On June 8, Rep. Adrian Smith (R-NE), Chair of the Human Resources Subcommittee of the House Committee on Ways and Means, introduced H.R. 2824, to reauthorize the Maternal, Infant, and Early Childhood Home Visiting Program.  Unfortunately, the bill proposes to pay for this valuable maternal and child home visiting program by cutting off Supplemental Security Income (SSI) benefits entirely for certain adults with disabilities and seniors by barring payment of SSI benefits to people with an outstanding arrest warrant for an alleged felony or for an alleged violation of probation or parole. It would revive an old, failed policy that had catastrophic effects for many people with disabilities and seniors, employing procedures that did not withstand judicial scrutiny. Based on prior experience with the former policy, people most affected are those whose cases are inactive and whom law enforcement is not pursuing. The bill may be marked up as early as June 21.  CCD and other concerned organizations have developed a sign-on letter opposing the pay-for.  The bill may be marked up as early as Wednesday, June 21.  AUCD signed onto a CCD letter opposed to the bill.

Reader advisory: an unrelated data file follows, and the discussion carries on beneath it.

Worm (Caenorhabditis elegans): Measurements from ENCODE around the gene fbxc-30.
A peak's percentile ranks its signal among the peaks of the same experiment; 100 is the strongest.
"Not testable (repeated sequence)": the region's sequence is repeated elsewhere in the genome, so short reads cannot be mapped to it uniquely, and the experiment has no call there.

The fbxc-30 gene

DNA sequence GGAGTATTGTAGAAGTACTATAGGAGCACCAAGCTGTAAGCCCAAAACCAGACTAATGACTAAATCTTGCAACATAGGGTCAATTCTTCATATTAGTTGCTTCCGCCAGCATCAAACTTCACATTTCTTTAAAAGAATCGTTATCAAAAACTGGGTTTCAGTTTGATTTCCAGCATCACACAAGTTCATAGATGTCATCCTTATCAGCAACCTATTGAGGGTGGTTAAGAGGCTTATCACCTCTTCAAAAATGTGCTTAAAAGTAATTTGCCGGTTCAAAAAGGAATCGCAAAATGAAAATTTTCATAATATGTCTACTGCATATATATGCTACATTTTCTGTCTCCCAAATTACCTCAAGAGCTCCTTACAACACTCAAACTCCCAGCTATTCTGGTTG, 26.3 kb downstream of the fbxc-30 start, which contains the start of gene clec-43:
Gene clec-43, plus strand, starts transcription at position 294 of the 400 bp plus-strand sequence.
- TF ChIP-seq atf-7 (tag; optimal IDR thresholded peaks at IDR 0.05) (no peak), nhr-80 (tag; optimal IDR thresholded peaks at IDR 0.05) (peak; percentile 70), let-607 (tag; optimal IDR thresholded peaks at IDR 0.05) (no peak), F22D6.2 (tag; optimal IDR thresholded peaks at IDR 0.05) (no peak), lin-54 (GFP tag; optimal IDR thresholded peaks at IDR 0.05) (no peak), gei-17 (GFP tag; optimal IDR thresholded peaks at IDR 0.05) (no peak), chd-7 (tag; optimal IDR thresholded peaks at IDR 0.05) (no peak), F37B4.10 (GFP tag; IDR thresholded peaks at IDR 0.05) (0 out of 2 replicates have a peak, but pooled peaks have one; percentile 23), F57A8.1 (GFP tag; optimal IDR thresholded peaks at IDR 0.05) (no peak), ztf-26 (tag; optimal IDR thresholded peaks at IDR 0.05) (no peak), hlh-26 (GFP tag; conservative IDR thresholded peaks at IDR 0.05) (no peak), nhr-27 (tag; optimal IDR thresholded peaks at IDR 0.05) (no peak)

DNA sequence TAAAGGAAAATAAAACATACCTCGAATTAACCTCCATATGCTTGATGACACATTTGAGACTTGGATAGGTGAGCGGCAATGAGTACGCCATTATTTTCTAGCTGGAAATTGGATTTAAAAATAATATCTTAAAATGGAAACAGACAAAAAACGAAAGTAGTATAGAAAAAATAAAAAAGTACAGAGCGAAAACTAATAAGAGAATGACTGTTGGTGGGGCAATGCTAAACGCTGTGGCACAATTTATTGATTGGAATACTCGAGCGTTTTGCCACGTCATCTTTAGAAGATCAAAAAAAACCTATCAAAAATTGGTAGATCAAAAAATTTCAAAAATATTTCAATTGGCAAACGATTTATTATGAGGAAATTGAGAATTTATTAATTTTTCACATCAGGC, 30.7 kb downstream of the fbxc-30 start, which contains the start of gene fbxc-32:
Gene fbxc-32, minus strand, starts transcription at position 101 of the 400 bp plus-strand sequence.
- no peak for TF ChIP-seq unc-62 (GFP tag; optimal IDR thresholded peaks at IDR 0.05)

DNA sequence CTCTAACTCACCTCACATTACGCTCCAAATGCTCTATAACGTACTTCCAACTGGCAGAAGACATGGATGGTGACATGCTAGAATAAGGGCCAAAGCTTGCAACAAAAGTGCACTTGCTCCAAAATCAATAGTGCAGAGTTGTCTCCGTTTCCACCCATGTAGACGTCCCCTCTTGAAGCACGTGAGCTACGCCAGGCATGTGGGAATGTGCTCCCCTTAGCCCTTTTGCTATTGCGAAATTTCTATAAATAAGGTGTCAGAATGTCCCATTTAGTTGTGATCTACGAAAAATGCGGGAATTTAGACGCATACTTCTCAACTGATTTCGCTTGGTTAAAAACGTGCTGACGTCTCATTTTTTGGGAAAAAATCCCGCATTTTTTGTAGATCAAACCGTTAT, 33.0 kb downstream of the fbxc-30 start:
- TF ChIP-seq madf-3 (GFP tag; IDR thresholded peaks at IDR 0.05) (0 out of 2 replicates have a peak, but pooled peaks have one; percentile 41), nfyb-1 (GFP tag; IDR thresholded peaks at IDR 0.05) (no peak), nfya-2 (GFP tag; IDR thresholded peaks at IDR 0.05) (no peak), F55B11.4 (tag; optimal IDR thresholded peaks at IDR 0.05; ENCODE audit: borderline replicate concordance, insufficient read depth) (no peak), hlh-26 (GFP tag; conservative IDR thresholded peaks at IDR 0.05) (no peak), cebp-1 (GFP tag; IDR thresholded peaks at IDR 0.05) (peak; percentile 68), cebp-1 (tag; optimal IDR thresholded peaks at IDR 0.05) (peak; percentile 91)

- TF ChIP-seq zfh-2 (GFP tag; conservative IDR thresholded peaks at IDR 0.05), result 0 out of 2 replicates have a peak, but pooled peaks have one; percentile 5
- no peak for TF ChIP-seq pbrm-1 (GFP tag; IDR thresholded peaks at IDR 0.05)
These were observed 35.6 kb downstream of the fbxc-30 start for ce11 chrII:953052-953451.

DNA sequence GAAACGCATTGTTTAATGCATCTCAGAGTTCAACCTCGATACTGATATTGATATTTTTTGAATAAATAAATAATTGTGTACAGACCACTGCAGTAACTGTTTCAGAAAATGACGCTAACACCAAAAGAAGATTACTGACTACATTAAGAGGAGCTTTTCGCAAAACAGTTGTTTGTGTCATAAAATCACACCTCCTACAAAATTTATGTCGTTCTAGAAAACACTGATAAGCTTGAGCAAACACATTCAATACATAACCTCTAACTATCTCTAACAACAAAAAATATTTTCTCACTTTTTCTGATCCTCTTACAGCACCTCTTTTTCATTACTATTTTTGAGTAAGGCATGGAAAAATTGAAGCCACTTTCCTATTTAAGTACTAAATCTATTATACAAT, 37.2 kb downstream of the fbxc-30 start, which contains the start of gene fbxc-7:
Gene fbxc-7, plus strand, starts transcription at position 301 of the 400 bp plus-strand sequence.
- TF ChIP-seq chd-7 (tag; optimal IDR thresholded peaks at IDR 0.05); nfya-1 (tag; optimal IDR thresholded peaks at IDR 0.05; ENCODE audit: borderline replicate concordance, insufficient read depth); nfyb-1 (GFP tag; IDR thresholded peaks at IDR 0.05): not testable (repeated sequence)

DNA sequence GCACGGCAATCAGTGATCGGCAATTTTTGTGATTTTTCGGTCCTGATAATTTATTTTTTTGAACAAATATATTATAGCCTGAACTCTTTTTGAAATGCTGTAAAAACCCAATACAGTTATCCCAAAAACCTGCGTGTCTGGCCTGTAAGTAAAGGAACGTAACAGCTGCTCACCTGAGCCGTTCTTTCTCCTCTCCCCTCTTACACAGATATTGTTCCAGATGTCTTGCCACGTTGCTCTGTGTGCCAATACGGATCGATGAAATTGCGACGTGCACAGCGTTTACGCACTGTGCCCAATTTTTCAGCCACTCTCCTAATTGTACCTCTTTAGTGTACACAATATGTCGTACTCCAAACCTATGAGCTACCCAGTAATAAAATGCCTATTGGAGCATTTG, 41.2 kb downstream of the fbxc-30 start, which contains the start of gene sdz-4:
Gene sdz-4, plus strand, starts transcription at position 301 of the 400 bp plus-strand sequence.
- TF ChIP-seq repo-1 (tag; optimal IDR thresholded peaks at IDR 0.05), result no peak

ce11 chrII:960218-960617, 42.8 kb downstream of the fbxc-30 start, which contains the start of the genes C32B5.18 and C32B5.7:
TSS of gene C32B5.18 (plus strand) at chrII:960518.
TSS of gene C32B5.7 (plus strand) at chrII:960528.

The Washington Post is publishing a series of articles regarding people with disabilities and federal benefits under the Social Security program.  Unfortunately, the two articles published so far are filled with inaccuracies and mischaracterizations. The first article, Disabled, or just Desperate?was published on March 30.  The second article, Generations, Disabled, was published on June 2.  The CCD Social Security Task Force responded with a statement outlining the flaws and misrepresentations and providing facts about the Social Security program. The Center for American Progress, Media Matters, and a number of other letters to the editor also responded to the misinformation. CCD makes a strong point that "reporting by anecdote runs the risk of fostering harmful policy changes" such as those already proposed by the Trump administration.